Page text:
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Original Research ARTICLE Provisionally accepted The full-text will be published soon. Notify me

Front. Microbiol. | doi: 10.3389/fmicb.2019.02441

Mycoplasma chromosomal transfer: a distributive, conjugative process creating an infinite variety of mosaic genomes

  • 1INRA UMR1225 Interactions Hôtes Agents Pathogènes (IHAP), France
  • 2VetAgro Sup, France

The capacity of Mycoplasmas to engage in horizontal gene transfers has recently been highlighted. Despite their small genome, some of these cell wall-less bacteria are able to exchange multiple, large portions of their chromosome via a conjugative mechanism that does not conform to canonical Hfr/oriT models. To understand the exact features underlying mycoplasma chromosomal transfer (MCT), extensive genomic analyses were performed at the nucleotide level, using individual mating progenies derived from our model organism, Mycoplasma agalactiae. Genome reconstruction showed that MCT resulted in the distributive transfer of multiple chromosomal DNA fragments and generated progenies composed of a variety of mosaic genomes, each being unique. Analyses of macro- and micro-events resulting from MCT revealed that the vast majority of the acquired fragments were unrelated and co-transferred independently from the selection pressure. Housekeeping and accessory genes were equally affected by MCT, with up to 35 CDSs being gained or lost. This efficient HGT process also created a number of chimeric genes and genetic micro-variations that may impact genes regulation and/or expression. Our study unraveled the tremendous plasticity of the small mycoplasma genome and point towards MCT as a major player in diversification and adaptation to changing environments, offering a significant advantage to these minimal pathogens.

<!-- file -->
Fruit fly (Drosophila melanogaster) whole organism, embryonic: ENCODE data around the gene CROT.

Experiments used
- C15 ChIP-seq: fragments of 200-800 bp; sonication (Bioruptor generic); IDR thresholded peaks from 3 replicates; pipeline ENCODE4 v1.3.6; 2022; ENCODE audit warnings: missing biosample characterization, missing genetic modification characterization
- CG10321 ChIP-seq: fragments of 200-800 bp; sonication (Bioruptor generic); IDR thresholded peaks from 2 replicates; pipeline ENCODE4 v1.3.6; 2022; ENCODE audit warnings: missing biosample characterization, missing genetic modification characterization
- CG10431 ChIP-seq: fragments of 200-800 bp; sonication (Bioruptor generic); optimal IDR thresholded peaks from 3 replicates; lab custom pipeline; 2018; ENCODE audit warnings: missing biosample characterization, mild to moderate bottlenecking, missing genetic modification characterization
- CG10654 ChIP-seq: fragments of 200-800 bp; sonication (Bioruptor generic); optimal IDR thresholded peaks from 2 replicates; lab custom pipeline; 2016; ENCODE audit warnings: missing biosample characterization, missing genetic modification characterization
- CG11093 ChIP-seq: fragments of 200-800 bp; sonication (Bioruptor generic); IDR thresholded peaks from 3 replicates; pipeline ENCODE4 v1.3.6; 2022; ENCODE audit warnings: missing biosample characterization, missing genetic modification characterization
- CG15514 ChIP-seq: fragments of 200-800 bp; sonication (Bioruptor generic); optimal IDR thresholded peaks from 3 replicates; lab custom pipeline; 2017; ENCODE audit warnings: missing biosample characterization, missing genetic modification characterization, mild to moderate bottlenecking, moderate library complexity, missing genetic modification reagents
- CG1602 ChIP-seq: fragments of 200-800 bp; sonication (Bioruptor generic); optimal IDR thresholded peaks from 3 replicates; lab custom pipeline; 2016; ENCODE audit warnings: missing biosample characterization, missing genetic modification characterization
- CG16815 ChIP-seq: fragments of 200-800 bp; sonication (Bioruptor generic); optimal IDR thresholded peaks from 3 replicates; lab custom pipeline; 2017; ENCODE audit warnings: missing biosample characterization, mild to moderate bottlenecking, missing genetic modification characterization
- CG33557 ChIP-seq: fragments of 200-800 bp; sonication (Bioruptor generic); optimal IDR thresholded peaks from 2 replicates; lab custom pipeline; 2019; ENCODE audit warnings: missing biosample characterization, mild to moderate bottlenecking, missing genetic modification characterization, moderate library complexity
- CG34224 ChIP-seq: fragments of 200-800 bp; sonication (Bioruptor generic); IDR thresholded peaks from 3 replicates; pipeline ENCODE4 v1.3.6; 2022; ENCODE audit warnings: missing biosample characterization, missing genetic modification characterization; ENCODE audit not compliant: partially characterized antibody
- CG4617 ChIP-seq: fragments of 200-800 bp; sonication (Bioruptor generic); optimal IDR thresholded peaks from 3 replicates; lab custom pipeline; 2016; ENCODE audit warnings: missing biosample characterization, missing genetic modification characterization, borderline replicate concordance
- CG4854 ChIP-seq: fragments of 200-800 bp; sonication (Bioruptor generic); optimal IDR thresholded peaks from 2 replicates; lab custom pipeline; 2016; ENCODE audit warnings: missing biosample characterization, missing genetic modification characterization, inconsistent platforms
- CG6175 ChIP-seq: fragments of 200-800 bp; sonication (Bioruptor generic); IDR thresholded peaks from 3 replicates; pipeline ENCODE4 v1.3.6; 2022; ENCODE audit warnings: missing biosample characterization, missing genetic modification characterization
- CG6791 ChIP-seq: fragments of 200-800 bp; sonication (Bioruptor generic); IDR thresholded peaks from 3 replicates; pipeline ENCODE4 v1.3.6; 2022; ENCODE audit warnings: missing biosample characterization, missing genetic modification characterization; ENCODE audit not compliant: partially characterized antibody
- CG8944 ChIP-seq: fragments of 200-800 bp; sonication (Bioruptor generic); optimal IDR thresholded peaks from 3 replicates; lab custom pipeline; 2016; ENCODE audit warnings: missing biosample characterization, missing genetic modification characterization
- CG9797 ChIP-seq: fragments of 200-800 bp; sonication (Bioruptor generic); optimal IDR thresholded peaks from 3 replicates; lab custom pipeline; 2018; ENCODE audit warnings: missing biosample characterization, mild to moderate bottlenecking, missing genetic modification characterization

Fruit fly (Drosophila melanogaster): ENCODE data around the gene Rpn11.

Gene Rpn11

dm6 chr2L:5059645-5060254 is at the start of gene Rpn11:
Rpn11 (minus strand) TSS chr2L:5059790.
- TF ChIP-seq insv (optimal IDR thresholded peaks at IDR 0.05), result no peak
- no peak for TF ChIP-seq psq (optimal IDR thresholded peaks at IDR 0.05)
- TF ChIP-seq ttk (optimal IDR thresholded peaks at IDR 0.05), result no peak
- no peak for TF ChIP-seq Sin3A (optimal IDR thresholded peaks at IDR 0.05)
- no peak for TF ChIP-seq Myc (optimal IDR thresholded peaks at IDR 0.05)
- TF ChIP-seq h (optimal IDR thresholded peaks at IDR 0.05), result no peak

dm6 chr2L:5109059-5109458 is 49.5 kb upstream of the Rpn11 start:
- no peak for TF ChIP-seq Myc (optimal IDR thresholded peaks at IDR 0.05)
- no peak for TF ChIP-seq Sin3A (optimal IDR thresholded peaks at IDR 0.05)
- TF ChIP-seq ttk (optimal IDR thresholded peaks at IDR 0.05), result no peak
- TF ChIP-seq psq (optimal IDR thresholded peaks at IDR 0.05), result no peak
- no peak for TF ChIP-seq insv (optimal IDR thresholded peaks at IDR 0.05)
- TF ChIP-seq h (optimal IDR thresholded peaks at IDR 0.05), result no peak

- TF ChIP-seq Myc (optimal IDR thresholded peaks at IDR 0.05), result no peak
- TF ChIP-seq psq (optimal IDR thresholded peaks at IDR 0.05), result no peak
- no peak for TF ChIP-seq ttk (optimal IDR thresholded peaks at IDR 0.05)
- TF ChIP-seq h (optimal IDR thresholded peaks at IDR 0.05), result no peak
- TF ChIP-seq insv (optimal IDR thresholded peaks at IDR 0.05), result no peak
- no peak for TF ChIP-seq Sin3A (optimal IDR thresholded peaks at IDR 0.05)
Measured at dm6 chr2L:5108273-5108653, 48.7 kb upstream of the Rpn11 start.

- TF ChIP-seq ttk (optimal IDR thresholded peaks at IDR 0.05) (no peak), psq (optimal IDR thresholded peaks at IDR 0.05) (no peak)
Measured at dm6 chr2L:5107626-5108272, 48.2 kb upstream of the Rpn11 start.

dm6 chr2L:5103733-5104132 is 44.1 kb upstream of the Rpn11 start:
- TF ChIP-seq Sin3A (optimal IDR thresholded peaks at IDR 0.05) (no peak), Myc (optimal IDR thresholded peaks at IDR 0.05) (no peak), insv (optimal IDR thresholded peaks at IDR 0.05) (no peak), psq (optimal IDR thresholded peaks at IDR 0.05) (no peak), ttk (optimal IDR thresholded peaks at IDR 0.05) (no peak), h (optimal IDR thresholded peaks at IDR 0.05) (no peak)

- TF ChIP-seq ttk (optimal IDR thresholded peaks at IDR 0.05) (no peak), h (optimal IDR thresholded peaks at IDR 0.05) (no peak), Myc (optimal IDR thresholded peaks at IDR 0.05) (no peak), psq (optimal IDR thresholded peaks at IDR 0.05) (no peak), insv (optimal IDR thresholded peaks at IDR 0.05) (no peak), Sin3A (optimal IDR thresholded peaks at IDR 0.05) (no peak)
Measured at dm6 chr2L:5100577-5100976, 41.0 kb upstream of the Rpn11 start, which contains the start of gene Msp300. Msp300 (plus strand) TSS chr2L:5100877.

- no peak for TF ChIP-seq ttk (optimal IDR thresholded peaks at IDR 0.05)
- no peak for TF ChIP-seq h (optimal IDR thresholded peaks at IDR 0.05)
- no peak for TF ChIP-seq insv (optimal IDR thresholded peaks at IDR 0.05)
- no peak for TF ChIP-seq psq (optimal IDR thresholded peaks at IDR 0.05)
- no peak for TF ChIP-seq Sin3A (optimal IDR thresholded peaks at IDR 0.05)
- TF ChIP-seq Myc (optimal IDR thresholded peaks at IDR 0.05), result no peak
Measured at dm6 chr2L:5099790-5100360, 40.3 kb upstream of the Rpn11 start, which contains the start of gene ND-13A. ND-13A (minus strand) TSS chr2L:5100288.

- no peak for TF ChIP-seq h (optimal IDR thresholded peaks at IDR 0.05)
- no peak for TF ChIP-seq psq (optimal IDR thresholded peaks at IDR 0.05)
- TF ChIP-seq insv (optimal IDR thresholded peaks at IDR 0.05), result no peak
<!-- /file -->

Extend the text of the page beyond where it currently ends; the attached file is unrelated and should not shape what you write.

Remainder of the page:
Keywords: Mycoplasma, horizontal gene transfer, conjugation, chromosomal DNA transfer, evolution

Received: 08 Jul 2019; Accepted: 10 Oct 2019.

Copyright: © 2019 Dordet-Frisoni, Faucher, Sagne, Baranowski, TARDY, Nouvel and Citti. This is an open-access article distributed under the terms of the Creative Commons Attribution License (CC BY). The use, distribution or reproduction in other forums is permitted, provided the original author(s) and the copyright owner(s) are credited and that the original publication in this journal is cited, in accordance with accepted academic practice. No use, distribution or reproduction is permitted which does not comply with these terms.

* Correspondence: Dr. Christine Citti, INRA UMR1225 Interactions Hôtes Agents Pathogènes (IHAP), Toulouse, 31076, France, c.citti@envt.fr